current mood: curious

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10:53p - Confusion
Right now, I'm confused about my future.

This isn't unusual, I suppose, though I've reason to suspect that people who know me might be surprised by this. So far, I've no idea what to do with my life, apart from vague inclinations towards academia and writing. I'll be going to Student Services and taking the Meyers-Briggs test; hopefully it will help me clarify things.

I'm not too concerned with this, though, since I've already gone through a much more serious confusion--linked with gut-gripping existential fear, too--already this year and emerged the stronger for it. (Yes, it was discovering I was bi.)

Lately, I've been going through my E-mail archives, when I came across the messages I'd exchanged with
[Error: Irreparable invalid markup ('<lj-user="schillerium">') in entry. Owner must fix manually. Raw contents below.]

Right now, I'm confused about my future.

This isn't unusual, I suppose, though I've reason to suspect that people who know me might be surprised by this. So far, I've no idea what to do with my life, apart from vague inclinations towards academia and writing. I'll be going to Student Services and taking the Meyers-Briggs test; hopefully it will help me clarify things.

I'm not too concerned with this, though, since I've already gone through a much more serious confusion--linked with gut-gripping existential fear, too--already this year and emerged the stronger for it. (Yes, it was <A HREF="http://www.livejournal.com/talkread.bml?journal=rfmcdpei&itemid=21995">discovering I was bi</A>.)

Lately, I've been going through my E-mail archives, when I came across the messages I'd exchanged with <lj-user="schillerium"> barely two weeks after my fateful realization. Craig was kind enough to offer to talk with my privately, and in his first message to me he'd set up a simple scenario for me:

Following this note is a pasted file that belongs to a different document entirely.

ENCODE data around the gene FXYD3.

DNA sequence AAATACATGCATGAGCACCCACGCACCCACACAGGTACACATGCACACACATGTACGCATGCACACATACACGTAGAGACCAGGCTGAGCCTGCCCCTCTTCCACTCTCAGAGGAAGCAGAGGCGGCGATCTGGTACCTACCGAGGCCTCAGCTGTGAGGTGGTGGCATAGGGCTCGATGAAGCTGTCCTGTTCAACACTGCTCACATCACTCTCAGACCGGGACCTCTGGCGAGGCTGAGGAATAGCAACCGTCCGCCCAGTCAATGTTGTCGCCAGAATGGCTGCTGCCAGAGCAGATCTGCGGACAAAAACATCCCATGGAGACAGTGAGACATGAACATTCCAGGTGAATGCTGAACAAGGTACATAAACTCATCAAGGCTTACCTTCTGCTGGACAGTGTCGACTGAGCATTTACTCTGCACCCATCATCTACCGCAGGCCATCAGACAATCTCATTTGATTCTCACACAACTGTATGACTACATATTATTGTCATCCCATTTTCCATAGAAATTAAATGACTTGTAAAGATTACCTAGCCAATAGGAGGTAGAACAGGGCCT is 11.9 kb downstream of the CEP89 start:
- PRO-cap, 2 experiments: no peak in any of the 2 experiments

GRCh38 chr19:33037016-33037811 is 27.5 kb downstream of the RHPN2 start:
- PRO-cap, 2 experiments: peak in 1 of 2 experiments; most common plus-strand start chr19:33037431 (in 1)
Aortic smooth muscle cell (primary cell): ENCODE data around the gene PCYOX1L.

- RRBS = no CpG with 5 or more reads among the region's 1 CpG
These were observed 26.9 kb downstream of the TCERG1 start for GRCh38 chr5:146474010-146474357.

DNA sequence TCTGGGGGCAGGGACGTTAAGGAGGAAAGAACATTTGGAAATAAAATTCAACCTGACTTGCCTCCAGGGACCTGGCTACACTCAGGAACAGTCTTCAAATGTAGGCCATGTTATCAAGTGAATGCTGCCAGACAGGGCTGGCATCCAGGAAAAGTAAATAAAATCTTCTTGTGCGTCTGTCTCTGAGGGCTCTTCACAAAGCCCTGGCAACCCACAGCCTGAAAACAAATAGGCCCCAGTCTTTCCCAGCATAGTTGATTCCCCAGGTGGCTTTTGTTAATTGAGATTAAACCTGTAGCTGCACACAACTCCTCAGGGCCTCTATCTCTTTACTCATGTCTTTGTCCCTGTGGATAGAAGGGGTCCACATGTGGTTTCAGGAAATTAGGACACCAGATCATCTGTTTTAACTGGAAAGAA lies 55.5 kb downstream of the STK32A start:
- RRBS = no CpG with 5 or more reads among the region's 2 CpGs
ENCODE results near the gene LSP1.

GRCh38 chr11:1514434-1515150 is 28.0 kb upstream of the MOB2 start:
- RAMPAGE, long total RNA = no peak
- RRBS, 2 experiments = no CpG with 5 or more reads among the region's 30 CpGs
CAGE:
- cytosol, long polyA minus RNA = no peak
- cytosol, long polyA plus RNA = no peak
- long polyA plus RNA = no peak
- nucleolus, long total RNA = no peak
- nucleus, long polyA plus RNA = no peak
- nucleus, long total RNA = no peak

<i>First, imagine that you decide not to do anything about your current
feelings. You decide at the age of 22 that it isn't worth the risk of
rejection, so you choose not to explore the possibility of what your
feelings might mean. How does Randy at 40 feel about that? What does his
life look like? Is he happy? Has he found a life he really wants? Or has he
spent the last 18 years feeling empty and unfulfilled?

Now, imagine that you decide instead to take the risk and explore where
your feelings are leading you. Ask yourself the same questions: how does
Randy at 40 feel about that? What does his life look like? Is he happy? Has
he found a life he really wants? Or has he spent the last 18 years feeling
empty and unfulfilled?</i>


In response, I'd written that "[i]f I deny myself, I really don't see me even making it to the age of 40. On the other hand, I still have no idea what I do if I accept myself: I've been uncertain about so many things, about my future residence, about my choice of career, that adding my sexuality on top of that blurs things beyond recognition."

And Craig simply noted:


<i>Interesting. Have you noticed that in this scenario you're just confused
about your future, but in the denial scenario you don't even <i>have</i> a
future to </i>be<i> confused about?

Just think about that for a minute.</i>


I really needed that perspective then, you know, Craig. My infinite thanks for exposing me to it.

The general principle that Craig described above works very well with areas of my life--or areas of anybody's life--apart from sexuality. All I have to do is discover a career that will make me happy--fit with my needs and desires, hopefully provide me with some scope for public accomplishment--and avoid the ones that'd be deadening. Like library science.

This task doesn't sound nearly as difficult as it might have sounded seven months ago.


current mood: grateful